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It has been suggested that many aspects of reward-guided behaviour can be understood within the framework of a computational account of decision making. The account emphasises representation of expectations about decision outcomes and the revision of future expectations in the light of the prediction error-the discrepancy between the actual outcome and prior expectation. Frontal cortex and striatum are implicated in such processes in humans, monkeys, and rats suggesting they are ubiquitous and found in many species. Disagreement remains over the exact contribution made by each brain region. A growing body of work even suggests analogous processes may account for behaviour outside the domain of reward-guided decision making, for example, when people and animals learn about visual and social environments.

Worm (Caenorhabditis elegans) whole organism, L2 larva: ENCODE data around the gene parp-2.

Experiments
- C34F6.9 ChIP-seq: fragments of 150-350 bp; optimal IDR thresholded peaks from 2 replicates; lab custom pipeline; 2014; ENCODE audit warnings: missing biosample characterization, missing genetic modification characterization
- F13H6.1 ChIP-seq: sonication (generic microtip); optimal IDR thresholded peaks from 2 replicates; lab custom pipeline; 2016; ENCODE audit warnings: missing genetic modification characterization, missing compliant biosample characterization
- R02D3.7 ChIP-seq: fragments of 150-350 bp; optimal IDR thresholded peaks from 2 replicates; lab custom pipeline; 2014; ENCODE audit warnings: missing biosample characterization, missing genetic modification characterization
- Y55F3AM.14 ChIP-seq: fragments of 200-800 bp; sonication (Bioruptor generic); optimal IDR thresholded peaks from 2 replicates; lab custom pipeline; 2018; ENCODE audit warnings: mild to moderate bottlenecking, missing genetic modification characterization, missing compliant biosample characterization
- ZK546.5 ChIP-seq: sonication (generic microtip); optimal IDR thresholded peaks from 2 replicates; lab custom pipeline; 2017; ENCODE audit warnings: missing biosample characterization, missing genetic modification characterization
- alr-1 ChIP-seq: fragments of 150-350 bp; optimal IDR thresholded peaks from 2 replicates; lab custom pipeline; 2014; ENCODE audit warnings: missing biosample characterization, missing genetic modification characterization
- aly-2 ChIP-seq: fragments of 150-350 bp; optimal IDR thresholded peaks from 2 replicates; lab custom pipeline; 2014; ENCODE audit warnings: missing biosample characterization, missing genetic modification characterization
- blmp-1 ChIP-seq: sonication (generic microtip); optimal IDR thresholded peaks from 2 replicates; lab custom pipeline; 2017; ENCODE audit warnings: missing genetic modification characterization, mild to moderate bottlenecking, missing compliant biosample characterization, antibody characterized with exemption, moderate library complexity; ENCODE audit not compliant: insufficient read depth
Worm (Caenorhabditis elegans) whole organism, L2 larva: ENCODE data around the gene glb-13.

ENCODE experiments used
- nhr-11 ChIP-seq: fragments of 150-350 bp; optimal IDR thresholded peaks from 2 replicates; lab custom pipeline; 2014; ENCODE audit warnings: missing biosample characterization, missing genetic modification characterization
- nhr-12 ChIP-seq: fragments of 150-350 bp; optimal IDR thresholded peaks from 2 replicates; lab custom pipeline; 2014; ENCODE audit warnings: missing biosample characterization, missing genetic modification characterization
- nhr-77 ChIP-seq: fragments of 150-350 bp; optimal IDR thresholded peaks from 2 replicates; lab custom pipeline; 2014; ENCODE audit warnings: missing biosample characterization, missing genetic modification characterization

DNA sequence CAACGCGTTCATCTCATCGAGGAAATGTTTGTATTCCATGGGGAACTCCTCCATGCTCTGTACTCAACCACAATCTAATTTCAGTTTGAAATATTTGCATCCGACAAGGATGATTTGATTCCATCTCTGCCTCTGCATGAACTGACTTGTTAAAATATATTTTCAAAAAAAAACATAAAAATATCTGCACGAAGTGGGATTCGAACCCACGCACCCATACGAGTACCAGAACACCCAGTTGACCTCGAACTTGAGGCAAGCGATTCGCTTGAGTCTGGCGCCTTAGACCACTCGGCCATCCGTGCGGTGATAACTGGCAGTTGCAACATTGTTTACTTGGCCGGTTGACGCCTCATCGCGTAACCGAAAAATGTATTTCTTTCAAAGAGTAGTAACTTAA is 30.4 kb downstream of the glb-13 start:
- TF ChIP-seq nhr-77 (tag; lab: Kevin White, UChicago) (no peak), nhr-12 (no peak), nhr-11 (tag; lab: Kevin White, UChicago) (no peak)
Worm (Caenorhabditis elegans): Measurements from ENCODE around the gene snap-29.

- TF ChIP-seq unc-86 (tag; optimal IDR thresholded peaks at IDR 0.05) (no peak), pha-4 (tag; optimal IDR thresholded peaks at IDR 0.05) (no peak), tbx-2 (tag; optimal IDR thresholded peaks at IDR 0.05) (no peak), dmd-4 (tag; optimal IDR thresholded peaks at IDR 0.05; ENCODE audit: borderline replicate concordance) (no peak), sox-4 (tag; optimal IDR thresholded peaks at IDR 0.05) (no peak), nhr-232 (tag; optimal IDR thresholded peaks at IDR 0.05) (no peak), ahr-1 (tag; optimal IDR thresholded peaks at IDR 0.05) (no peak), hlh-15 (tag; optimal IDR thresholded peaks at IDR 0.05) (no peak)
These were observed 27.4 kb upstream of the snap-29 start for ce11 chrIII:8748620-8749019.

Original publication




Journal article


Curr Opin Neurobiol

Publication Date





75 - 83


Animals, Decision Making, Frontal Lobe, Humans, Learning, Reward, Social Perception, Visual Perception